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BOOK REVIEW / FICTION : A 50-Year Nightmare of Carnal and Political Betrayal : BONE TO THE BONE, by Nathan Shaham translated by Dalya Bilu , Grove Press $19.95, 352 pages


Avigdor Berkov, the afflicted hero of "Bone to the Bone," is a kind of 20th-Century Rip Van Winkle.

According to novelist Nathan Shaham, Berkov was born in Ukraine before the Bolshevik Revolution, emigrated to Palestine in the '20s, then returned to the Soviet Union. By the time we encounter him in the pages of "Bone to the Bone," Berkov is back in Israel, an old man who has awakened from a half-century-long nightmare to find himself among strangers.

"They're willing to take me back into the bosom of the happy family that was immune to the revolutionary germ," he says of the family that he left behind in Israel, "on the condition that I give up any claim to being an honest man."

But truth telling is the whole point of "Bone to the Bone," which takes the form of an extended memoir by Berkov, who describes himself as "a bankrupt Party member, a father who betrayed his trust, an old pioneer whose world is in ruins." And Berkov's story is told in the sharp, clear, insistent voice of a man who holds himself and the world accountable for every failing.

"Testimony, summing up, the moral of my story, bits of history, reflection," Berkov says in describing his memoir, "an indictment of the people who distorted the revolution."

"Bone to the Bone" is an oblique and ironic love story, and Berkov gives us glimpses of Vera, the woman he loved and lost in Palestine, and Nina, the woman he loved and lost in the Soviet Union. Berkov seeks out the two women--and the children he fathered with each of them--on his return to Israel, and it is the encounter with his old lovers that drags him out of a bitter reverie and forces him to confront an uncomforting reality.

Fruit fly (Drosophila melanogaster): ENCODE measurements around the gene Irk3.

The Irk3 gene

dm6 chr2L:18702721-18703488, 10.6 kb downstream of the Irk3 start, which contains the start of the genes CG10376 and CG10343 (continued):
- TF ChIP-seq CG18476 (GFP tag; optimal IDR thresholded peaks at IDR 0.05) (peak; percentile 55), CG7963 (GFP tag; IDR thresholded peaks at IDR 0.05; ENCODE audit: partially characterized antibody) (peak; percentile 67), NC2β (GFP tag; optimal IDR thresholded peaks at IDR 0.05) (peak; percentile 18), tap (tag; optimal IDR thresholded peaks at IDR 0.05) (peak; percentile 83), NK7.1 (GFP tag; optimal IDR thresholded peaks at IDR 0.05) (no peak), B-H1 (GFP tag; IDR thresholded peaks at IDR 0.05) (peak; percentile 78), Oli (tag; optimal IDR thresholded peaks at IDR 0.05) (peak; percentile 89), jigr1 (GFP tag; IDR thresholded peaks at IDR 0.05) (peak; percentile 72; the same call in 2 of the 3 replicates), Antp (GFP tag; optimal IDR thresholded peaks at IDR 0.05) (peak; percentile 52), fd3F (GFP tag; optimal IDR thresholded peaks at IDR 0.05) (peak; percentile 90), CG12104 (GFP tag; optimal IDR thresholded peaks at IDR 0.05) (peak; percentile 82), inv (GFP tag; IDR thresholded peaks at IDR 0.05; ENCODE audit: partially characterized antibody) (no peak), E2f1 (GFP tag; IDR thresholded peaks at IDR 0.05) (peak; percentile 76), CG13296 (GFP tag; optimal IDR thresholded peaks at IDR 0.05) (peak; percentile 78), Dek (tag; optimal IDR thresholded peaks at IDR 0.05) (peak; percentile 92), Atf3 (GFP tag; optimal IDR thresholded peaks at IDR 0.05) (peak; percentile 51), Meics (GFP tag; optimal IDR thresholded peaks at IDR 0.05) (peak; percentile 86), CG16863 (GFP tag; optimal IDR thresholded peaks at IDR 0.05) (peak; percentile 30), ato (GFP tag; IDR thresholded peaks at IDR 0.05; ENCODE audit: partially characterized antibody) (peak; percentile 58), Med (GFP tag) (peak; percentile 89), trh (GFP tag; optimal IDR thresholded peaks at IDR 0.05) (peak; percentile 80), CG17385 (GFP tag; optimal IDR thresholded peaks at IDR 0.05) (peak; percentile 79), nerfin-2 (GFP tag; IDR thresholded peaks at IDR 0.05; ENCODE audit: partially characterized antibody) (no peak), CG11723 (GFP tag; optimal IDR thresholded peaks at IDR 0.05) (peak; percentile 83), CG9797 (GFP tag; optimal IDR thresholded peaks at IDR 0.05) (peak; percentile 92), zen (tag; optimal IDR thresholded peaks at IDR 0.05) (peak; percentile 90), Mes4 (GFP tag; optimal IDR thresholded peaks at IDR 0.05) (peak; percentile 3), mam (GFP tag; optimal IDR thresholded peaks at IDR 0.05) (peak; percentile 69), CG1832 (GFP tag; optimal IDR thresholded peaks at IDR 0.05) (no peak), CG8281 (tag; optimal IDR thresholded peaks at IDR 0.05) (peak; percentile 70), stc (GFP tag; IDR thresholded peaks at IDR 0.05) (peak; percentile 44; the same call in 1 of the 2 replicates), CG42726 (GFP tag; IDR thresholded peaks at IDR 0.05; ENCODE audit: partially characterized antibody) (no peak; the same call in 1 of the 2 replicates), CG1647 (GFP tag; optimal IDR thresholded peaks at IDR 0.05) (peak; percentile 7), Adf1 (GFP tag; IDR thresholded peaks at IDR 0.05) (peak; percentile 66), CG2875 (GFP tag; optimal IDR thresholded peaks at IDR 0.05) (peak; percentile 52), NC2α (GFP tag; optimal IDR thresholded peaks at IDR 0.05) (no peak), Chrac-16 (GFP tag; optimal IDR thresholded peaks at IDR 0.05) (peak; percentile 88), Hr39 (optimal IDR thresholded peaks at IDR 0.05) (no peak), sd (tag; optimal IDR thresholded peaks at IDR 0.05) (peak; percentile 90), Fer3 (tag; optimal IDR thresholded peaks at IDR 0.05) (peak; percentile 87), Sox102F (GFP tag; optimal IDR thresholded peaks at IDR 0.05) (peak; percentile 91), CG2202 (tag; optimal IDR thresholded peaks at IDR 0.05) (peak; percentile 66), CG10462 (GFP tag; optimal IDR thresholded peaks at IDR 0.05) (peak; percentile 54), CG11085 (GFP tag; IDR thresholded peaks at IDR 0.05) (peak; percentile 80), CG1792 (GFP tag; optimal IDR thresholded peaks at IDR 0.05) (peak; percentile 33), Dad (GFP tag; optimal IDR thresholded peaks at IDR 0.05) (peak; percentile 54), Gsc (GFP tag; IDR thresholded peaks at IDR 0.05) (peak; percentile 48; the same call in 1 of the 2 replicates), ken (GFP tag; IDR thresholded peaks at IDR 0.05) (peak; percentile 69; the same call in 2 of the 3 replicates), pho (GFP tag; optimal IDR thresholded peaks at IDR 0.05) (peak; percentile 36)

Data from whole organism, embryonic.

"I go over and over her words in my head, like a boy after a first lovers' meeting," he writes of his reunion with Nina. "Every word with its secret signals. What she really wanted to say. What had prevented her from saying it."

But "Bone to the Bone" also tells us another kind of love story--the "tragic love of the revolution" that manifested itself in both Palestine and the Soviet Union. We see Berkov as an idealistic young man who yearns for the pure and elevating experience of true revolution--and we see too how his heart is broken as he comes to realize how the revolution was betrayed, corrupted and degraded by the very men who served in its vanguard.

At one chilling moment in "Bone to the Bone," these two parallel love stories collide with each other, and suddenly Berkov's eyes are opened to the depth of the betrayal, which turns out to be both carnal and political.

"Many mysteries were illuminated," Berkov declares, forcing himself to confront the ugliest truth of all. "A new light was shed on acts, gestures, words. And everything connected up in one web."

Shaham is a distinguished Israeli novelist, and "Bone to the Bone" has been expertly translated from the original Hebrew by Dalya Bilu. But, significantly, Berkov finds himself ill at ease in the modern Jewish state; he is very much a creature of the Old World, haunted by the ghosts of history, aching with the pain of old wounds and compelled to confess all of his failings.

"I think it was Turgenev who said that the Russians are a nation of liars who spend their lives yearning for the absolute truth," Berkov reflects. "In this respect, I am a true Russian."

Like many honest seekers after social revolution in the Soviet Union under Stalin, Berkov ended up in the Gulag. Torture and slave labor, as we discover, left him not only emotionally scarred but almost literally deformed. He still seeks a kind of redemption in love and memory, but he simply cannot forget what he has experienced and survived.

"I . . . like to look at the faces of passersby," he writes of himself. "I think this hobby would annoy them if they knew what I was looking for. I try to guess how they would behave under stress, in conditions of hunger or torture. This is a bitter and unpleasant habit that I cannot break."

One who has been tortured, a Holocaust survivor once wrote, remains tortured. And "Bone to the Bone," in a quiet and compelling way, shows us exactly what he meant.

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